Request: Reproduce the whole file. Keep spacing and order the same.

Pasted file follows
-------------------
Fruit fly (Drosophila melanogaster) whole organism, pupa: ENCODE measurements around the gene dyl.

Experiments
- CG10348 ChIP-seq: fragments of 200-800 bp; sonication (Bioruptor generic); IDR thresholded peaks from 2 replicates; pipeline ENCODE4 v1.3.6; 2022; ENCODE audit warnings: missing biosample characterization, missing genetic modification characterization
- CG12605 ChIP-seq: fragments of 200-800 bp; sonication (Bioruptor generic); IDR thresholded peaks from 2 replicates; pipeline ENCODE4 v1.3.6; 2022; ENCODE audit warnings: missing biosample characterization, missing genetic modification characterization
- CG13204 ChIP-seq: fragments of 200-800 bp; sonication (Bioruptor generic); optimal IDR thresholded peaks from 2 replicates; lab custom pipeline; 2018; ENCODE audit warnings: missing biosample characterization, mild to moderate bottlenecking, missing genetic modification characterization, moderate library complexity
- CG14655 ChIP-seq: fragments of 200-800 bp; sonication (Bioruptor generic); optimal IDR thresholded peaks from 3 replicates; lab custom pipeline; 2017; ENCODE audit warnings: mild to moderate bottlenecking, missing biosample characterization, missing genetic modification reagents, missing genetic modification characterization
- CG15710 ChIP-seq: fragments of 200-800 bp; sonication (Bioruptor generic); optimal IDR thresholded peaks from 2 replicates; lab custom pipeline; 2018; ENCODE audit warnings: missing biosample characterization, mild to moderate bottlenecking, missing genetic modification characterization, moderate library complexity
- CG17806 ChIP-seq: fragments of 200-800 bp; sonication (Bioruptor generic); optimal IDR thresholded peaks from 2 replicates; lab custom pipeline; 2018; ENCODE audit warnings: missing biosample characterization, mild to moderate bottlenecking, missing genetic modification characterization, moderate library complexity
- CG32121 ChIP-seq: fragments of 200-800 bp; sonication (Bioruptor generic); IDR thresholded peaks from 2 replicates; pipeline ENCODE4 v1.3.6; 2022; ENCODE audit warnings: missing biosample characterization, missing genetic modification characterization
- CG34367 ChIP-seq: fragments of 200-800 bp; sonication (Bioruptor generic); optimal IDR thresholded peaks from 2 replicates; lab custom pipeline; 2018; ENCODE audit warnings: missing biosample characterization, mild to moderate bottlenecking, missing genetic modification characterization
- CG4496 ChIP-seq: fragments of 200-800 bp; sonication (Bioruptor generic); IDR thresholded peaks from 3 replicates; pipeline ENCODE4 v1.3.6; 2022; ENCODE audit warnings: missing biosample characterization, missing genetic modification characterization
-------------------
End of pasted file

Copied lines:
Fruit fly (Drosophila melanogaster) whole organism, pupa: ENCODE measurements around the gene dyl.

Experiments
- CG10348 ChIP-seq: fragments of 200-800 bp; sonication (Bioruptor generic); IDR thresholded peaks from 2 replicates; pipeline ENCODE4 v1.3.6; 2022; ENCODE audit warnings: missing biosample characterization, missing genetic modification characterization
- CG12605 ChIP-seq: fragments of 200-800 bp; sonication (Bioruptor generic); IDR thresholded peaks from 2 replicates; pipeline ENCODE4 v1.3.6; 2022; ENCODE audit warnings: missing biosample characterization, missing genetic modification characterization
- CG13204 ChIP-seq: fragments of 200-800 bp; sonication (Bioruptor generic); optimal IDR thresholded peaks from 2 replicates; lab custom pipeline; 2018; ENCODE audit warnings: missing biosample characterization, mild to moderate bottlenecking, missing genetic modification characterization, moderate library complexity
- CG14655 ChIP-seq: fragments of 200-800 bp; sonication (Bioruptor generic); optimal IDR thresholded peaks from 3 replicates; lab custom pipeline; 2017; ENCODE audit warnings: mild to moderate bottlenecking, missing biosample characterization, missing genetic modification reagents, missing genetic modification characterization
- CG15710 ChIP-seq: fragments of 200-800 bp; sonication (Bioruptor generic); optimal IDR thresholded peaks from 2 replicates; lab custom pipeline; 2018; ENCODE audit warnings: missing biosample characterization, mild to moderate bottlenecking, missing genetic modification characterization, moderate library complexity
- CG17806 ChIP-seq: fragments of 200-800 bp; sonication (Bioruptor generic); optimal IDR thresholded peaks from 2 replicates; lab custom pipeline; 2018; ENCODE audit warnings: missing biosample characterization, mild to moderate bottlenecking, missing genetic modification characterization, moderate library complexity
- CG32121 ChIP-seq: fragments of 200-800 bp; sonication (Bioruptor generic); IDR thresholded peaks from 2 replicates; pipeline ENCODE4 v1.3.6; 2022; ENCODE audit warnings: missing biosample characterization, missing genetic modification characterization
- CG34367 ChIP-seq: fragments of 200-800 bp; sonication (Bioruptor generic); optimal IDR thresholded peaks from 2 replicates; lab custom pipeline; 2018; ENCODE audit warnings: missing biosample characterization, mild to moderate bottlenecking, missing genetic modification characterization
- CG4496 ChIP-seq: fragments of 200-800 bp; sonication (Bioruptor generic); IDR thresholded peaks from 3 replicates; pipeline ENCODE4 v1.3.6; 2022; ENCODE audit warnings: missing biosample characterization, missing genetic modification characterization